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Getting up and running with JPA need not be too difficult; you follow some fairly straightforward steps. Even the annotations are (for the most part) reasonably comprehensible. It's worth noting that not all organizations are sold on the idea of Java annotations, however. Many organizations prefer to use the tried-and-true approach of external XML files.

Java annotations are pretty much on the leading edge of the language. My own feeling is that annotations are very powerful, but really close to the code! In fact, annotations are part of the code. While the community is increasingly moving in the direction of annotations, this is perhaps somewhat at odds with the notion of decoupled solutions. I don't doubt that annotations will be adopted aggressively across the industry. In fact, I've even worked on projects that have used annotations to produce impressive systems fairly rapidly. The one issue I have with annotations is that they can result in problems that are very difficult to solve; for instance, transaction propagation.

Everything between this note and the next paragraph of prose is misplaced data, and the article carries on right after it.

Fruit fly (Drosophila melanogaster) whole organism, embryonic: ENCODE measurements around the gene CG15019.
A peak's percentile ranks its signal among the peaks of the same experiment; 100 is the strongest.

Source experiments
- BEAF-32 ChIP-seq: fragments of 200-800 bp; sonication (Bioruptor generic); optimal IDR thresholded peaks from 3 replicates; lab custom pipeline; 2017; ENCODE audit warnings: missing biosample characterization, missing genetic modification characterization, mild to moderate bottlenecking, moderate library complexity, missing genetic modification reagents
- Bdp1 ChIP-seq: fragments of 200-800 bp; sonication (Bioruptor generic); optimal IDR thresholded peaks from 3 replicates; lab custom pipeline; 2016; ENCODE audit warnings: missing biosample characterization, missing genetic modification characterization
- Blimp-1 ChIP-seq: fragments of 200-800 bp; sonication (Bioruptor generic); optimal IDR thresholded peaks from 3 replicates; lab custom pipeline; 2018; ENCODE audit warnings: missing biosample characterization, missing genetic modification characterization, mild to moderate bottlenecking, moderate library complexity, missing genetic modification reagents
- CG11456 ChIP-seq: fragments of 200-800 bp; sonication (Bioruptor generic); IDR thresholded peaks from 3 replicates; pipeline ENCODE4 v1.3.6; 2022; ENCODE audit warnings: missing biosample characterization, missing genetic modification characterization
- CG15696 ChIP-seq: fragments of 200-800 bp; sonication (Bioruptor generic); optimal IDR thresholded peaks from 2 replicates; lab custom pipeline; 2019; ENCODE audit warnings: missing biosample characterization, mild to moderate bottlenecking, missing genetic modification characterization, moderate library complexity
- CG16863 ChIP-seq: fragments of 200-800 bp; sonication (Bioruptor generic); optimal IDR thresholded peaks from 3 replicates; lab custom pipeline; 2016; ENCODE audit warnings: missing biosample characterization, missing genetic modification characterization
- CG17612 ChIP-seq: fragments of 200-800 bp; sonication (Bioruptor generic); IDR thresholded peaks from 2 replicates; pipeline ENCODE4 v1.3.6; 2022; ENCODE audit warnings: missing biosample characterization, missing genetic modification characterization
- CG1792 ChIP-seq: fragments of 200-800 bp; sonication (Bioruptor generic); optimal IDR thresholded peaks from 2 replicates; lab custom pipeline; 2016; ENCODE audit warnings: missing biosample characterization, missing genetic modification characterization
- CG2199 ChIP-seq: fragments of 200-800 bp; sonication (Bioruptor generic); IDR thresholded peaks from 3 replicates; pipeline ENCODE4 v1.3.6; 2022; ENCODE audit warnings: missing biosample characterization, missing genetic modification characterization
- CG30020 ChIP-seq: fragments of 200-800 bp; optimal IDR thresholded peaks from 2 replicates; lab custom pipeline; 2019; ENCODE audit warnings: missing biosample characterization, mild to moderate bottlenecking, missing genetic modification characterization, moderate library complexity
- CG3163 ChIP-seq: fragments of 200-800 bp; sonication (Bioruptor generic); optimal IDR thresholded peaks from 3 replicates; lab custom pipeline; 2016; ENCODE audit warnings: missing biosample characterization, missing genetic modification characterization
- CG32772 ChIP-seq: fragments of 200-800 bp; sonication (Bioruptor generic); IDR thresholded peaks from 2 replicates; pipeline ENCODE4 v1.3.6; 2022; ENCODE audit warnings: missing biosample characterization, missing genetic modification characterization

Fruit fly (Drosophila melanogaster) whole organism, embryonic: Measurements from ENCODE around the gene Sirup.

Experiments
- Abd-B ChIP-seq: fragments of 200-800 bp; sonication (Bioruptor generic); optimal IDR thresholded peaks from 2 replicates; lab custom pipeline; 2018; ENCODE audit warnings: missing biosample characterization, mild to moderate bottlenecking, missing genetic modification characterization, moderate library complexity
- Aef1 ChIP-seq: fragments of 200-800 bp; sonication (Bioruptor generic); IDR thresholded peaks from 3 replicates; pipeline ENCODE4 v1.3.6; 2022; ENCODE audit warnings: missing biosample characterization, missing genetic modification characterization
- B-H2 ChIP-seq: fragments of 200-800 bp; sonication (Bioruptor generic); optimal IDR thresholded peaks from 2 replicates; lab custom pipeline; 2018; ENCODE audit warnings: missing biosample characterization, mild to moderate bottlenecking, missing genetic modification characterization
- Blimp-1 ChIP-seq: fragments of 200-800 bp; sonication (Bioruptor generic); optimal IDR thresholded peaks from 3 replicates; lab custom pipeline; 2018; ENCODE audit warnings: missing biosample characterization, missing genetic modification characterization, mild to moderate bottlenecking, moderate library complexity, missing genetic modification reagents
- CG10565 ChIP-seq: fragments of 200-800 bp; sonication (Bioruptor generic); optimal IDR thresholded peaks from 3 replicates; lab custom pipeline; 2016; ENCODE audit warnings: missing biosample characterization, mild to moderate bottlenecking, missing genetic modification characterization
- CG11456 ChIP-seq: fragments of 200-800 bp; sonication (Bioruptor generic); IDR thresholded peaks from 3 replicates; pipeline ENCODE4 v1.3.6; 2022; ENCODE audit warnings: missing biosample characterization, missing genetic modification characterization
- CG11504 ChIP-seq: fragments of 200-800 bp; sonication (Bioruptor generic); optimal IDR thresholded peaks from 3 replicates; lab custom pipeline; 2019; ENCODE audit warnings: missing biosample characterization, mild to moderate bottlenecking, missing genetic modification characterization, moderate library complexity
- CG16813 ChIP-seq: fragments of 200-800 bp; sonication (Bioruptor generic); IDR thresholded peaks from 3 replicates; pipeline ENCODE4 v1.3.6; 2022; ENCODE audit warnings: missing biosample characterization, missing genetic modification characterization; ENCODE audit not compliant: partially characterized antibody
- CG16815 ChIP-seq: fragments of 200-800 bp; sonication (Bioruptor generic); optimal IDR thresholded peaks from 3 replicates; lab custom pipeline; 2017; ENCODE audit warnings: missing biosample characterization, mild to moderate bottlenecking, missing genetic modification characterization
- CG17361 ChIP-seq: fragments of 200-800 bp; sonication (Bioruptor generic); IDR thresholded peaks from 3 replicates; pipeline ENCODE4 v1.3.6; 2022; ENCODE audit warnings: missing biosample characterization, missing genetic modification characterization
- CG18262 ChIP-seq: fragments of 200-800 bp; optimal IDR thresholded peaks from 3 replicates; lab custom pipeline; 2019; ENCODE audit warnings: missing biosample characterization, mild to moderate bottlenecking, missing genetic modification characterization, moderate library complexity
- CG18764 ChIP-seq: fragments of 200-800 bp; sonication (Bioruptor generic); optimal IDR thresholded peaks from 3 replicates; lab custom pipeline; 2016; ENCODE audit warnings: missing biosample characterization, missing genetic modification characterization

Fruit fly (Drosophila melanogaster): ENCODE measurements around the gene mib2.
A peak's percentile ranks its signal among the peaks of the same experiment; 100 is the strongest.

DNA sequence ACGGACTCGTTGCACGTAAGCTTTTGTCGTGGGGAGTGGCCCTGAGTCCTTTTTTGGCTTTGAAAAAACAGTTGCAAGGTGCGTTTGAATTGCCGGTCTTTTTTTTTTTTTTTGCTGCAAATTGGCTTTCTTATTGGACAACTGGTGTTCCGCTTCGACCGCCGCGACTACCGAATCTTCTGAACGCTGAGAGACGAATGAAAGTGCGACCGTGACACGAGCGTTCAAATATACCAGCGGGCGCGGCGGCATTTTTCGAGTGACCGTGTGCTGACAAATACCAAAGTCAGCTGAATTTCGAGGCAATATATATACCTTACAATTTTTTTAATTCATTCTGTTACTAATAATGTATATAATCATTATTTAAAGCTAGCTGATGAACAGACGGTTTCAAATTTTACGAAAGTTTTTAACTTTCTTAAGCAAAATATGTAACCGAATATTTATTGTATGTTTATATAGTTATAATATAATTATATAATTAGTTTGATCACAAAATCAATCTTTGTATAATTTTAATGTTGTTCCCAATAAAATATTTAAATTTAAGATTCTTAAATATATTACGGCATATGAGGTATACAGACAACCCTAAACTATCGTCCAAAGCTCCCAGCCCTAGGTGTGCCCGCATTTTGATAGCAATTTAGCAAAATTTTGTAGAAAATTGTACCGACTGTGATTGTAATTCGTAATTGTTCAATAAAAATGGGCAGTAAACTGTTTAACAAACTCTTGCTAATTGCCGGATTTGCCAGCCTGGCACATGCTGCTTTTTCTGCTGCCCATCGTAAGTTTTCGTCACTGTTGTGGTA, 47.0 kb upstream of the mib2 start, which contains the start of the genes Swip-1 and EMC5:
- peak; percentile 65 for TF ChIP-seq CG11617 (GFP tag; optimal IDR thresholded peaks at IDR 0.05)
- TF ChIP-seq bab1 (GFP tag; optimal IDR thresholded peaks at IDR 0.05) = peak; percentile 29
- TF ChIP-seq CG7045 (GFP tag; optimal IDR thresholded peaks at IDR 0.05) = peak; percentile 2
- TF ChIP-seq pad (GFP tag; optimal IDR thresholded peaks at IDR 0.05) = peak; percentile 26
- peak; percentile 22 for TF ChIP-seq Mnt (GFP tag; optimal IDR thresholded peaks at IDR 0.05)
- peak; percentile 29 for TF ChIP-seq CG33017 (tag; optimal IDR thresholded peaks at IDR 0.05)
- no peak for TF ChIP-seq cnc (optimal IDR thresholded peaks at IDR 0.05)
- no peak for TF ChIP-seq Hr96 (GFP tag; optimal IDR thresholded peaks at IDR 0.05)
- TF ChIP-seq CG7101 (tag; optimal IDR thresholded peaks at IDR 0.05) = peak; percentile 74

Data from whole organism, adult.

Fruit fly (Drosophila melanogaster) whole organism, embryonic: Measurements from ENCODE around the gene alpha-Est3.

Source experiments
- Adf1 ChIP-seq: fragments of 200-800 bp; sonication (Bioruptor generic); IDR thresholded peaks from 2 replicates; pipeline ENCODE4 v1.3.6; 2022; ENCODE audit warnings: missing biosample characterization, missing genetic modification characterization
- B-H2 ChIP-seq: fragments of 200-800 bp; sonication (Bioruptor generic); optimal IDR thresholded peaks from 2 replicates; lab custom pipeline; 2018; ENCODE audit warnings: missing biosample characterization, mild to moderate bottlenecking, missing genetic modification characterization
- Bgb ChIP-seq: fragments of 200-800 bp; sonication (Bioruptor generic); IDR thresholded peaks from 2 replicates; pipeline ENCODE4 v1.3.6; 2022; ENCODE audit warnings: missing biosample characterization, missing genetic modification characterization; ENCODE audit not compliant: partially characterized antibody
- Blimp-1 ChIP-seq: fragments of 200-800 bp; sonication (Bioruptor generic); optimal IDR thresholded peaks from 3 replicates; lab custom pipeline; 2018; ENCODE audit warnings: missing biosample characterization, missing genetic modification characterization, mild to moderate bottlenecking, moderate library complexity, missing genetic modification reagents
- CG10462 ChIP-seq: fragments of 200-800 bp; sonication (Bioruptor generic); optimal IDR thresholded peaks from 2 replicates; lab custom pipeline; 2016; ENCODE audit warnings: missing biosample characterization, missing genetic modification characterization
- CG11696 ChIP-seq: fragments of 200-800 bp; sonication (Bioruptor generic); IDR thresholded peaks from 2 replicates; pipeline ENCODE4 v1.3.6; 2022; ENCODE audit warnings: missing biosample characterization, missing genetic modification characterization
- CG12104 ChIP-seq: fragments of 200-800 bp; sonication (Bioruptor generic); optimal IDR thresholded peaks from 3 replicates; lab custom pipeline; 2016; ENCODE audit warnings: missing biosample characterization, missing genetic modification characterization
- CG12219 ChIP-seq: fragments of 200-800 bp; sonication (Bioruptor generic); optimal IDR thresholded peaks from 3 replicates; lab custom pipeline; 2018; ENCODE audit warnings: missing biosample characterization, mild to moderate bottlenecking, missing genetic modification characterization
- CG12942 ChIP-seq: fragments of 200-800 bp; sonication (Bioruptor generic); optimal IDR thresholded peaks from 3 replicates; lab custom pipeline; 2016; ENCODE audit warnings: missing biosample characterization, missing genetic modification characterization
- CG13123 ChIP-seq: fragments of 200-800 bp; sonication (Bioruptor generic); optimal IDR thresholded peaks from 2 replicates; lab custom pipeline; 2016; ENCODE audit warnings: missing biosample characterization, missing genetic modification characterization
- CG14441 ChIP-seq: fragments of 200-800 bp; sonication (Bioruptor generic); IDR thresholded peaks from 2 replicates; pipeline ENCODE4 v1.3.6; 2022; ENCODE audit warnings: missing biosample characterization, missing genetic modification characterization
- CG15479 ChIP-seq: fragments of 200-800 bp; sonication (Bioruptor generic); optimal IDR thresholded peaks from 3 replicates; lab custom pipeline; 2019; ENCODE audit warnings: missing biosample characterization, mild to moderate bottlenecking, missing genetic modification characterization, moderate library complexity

In this article, you've seen how to build an entity class and how to instantiate and manipulate instances of that entity. Setting up the necessary database infrastructure is also not too difficult—at least, for getting a feel for the area with HSQLDB.

I hope that I've at least demystified the area of Java persistence and provided a starting point for delving more deeply into this important topic.

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